Mahoney
v.
O'Neill

This case is not covered by Casetext's citator
City Court of New York, General TermOct 1, 1901
36 Misc. 843 (N.Y. Misc. 1901)

October, 1901.

Kenneson, Crain, Emley Rubino, for appellant.

Lamb, Osborne Petty, for respondent.


This case appears to have been tried three times, and this appeal is taken from the verdict on the last trial. The first trial resulted in a disagreement of the jury, the second in a verdict for the plaintiff, which was appealed to the General Term of this court ( 28 Misc. 437), and affirmed, but was on appeal to the Appellate Term reversed, as appears ( 29 Misc. 619), for an alleged error in the charge of the trial judge; and this appeal now heard by us is from the third trial, which resulted in a verdict in favor of the plaintiff. The plaintiff was a salesman in the employ of a corporation known as The Dry Goods Commission Co., in the city of New York. The defendant was a stockholder in and manager of said corporation. It is claimed by the plaintiff that he was induced by the defendant to invest in the stock of such corporation through representations made to him by the defendant, concerning its history, its profits, its payment of dividends, its outstanding stock, and its safety as an investment, which the plaintiff relied upon, and by reason of his reliance on said material statements, which were false and untrue, and known at the time to the defendant to be so, he, the plaintiff, says he suffered great loss or damage. It appears also that the plaintiff, relying as we have said, upon these material statements, invested $2,500 in said corporation, and as a further inducement was employed therein as salesman for quite a period thereafter. The mere fact of his being employed by the defendant in behalf of this corporation (the defendant being then its vice-president), did not relieve the defendant from the effect of any material representations which he made to the plaintiff, and which the plaintiff relied on, when at the time he made them he knew to be false and untrue. We think that there is sufficient evidence to sustain this contention.

The case in our judgment was fairly left to the jury and the question of the measure of damages was correctly stated as laid down by the Appellate Term in this case. 29 Misc. 619. Freedman, P.J., who says, quoting from Hubbell v. Meigs, 50 N.Y. 480 : "The measure of damages in such case is the difference in value of the stock as the condition of the Company issuing it really was, and as the purchaser was fraudulently induced to believe it was." It is the value at the time the fraud was committed which measures the liability of the person who committed the fraud. Haight v. Hayt, 19 N.Y. 471.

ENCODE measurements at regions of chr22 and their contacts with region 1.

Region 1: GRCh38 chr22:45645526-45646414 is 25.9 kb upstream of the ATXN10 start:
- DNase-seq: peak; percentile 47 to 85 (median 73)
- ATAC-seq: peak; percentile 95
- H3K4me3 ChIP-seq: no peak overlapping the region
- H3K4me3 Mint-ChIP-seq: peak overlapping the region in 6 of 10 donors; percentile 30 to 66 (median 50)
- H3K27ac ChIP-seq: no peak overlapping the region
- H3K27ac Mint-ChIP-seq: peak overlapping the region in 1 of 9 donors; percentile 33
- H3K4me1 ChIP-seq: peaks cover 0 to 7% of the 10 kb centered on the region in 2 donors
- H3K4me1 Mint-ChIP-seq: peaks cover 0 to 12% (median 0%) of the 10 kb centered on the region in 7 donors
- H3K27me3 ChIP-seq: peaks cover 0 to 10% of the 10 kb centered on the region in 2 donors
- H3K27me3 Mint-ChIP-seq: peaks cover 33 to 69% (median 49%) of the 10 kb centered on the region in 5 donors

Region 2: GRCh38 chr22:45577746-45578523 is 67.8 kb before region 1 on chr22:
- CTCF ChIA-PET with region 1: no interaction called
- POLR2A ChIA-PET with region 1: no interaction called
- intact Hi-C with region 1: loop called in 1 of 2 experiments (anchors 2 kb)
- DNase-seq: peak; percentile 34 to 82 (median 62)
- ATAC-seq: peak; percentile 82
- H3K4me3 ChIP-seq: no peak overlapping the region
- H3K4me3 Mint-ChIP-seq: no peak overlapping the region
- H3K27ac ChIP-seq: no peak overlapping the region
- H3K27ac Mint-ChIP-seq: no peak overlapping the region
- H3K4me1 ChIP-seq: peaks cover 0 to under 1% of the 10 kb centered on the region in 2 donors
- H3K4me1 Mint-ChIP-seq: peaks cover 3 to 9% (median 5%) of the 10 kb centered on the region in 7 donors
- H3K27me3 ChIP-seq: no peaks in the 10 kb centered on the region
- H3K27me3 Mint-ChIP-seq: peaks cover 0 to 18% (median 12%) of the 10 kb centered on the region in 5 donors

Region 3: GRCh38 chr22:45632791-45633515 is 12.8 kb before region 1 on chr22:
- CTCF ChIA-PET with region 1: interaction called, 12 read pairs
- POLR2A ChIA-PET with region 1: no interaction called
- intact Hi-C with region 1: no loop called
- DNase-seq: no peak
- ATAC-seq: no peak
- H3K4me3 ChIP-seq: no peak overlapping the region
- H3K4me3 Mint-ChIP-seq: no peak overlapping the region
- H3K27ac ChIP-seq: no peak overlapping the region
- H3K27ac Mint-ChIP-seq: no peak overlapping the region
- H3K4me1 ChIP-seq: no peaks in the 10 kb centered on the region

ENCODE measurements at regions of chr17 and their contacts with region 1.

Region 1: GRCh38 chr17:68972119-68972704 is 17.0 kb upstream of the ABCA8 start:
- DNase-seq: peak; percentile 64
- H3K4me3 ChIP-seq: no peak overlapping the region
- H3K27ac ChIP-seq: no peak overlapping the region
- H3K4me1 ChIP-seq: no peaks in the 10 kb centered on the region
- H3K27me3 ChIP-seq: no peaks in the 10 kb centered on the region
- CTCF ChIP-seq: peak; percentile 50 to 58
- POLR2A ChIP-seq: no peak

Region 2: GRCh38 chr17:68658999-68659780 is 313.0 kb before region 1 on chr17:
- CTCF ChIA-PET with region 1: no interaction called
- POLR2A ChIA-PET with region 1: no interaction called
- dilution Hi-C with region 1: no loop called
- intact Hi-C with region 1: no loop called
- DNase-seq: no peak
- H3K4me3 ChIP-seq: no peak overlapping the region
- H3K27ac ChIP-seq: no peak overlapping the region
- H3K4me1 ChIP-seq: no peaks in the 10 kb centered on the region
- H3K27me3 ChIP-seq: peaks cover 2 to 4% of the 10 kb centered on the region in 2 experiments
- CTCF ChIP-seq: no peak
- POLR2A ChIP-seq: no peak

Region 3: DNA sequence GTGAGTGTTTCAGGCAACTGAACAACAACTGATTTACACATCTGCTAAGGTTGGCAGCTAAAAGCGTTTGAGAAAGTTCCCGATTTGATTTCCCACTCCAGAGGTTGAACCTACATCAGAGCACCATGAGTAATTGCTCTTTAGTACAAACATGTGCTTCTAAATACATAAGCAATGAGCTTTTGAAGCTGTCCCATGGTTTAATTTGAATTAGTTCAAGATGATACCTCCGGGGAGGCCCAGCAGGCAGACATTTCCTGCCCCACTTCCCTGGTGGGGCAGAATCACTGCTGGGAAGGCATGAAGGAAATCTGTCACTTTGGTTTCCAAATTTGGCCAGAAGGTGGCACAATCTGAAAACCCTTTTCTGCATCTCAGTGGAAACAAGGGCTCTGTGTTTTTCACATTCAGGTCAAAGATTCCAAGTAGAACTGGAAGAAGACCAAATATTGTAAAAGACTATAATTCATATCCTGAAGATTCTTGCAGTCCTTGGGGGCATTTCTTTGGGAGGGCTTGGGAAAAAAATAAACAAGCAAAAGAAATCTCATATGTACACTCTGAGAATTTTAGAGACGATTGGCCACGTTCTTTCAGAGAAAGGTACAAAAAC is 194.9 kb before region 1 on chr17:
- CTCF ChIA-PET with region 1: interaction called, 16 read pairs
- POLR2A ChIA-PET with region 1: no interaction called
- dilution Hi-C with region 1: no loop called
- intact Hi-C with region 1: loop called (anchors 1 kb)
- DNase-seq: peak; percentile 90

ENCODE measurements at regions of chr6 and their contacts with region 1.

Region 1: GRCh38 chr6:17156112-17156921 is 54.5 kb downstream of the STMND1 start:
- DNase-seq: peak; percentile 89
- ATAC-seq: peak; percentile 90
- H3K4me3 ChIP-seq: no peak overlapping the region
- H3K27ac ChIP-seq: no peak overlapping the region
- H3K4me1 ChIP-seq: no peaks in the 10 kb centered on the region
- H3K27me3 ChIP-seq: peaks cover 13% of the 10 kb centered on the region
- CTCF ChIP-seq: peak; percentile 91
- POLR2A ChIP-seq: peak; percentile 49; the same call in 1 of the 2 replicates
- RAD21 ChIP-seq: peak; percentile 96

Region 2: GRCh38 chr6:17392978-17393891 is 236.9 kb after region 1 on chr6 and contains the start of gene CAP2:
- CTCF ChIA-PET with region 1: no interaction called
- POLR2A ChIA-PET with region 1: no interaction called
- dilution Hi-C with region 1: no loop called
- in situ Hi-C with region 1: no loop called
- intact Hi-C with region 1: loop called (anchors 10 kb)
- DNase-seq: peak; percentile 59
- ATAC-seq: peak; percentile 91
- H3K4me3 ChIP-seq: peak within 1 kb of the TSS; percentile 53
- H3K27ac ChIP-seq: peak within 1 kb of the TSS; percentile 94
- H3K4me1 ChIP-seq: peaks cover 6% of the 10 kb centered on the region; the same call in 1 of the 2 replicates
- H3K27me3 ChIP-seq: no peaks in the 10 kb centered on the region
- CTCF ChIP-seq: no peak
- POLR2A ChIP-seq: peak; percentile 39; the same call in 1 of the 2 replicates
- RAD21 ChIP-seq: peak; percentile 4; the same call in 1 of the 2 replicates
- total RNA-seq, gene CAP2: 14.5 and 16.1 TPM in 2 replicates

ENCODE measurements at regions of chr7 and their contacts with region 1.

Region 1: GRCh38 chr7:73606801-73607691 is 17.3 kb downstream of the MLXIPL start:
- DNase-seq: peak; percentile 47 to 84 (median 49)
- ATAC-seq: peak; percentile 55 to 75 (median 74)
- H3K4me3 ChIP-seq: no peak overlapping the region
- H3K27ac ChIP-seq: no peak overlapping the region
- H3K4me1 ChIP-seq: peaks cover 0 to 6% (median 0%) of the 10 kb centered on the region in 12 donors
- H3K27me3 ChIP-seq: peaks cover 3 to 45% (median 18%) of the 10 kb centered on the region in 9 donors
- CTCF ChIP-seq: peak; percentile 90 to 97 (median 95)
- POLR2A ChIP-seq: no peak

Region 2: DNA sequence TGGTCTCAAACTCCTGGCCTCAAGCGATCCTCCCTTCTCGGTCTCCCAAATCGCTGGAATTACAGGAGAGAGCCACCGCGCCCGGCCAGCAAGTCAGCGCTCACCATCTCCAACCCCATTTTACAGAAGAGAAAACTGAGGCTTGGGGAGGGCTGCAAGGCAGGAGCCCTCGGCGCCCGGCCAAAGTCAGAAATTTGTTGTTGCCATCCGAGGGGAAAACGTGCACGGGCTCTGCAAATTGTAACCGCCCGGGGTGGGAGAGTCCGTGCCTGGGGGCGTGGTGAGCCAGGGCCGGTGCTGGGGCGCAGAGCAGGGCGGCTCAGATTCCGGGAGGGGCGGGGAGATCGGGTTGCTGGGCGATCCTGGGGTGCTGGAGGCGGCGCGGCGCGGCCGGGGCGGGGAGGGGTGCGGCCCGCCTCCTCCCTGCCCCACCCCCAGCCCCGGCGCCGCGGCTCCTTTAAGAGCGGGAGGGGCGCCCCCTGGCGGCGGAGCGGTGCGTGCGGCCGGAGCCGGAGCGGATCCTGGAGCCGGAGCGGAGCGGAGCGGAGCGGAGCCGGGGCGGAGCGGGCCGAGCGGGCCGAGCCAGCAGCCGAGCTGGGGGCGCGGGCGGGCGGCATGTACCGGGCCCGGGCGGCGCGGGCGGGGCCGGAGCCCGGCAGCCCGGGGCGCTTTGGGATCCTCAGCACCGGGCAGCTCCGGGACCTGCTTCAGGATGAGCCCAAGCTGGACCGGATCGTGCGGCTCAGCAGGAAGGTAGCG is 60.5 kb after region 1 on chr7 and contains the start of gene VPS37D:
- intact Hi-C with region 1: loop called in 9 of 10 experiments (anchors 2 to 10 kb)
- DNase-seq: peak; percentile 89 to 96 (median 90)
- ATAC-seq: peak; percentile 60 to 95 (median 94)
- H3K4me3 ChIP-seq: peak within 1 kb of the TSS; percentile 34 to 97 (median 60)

The jury were to determine this from all the evidence in the case and we will not disturb this now on any extraneous notions of our own. The plaintiff was away from the city of New York as a salesman for this corporation, and had no reason to know or suppose but what all the matters were as represented to him. It appears that at the time the defendant procured the subscription to stock herein and received plaintiff's money for the same, he, the defendant, was drawing a salary of $1,000 per month. This, it appears, was afterwards materially reduced by reason of the objections and dissatisfaction expressed by the shareholders. The defendant objects particularly to the admission of Exhibits E and F, but inasmuch as plaintiff did not pay this money until July, 1892, the certificate of stock was not delivered until January 24, 1893, by the defendant, as well as the letter, Exhibit D. We have examined these exhibits, as well as the letter, marked Exhibit D, which is an apology for the delay in sending the Exhibit C. We do not think that the admission of these exhibits materially alters the case. The fact remains and was clearly stated to the jury that the measure of damages is as above stated.

Judgment is affirmed, with costs.

CONLAN SCHUCHMAN, JJ., concur.

Judgment affirmed, with costs.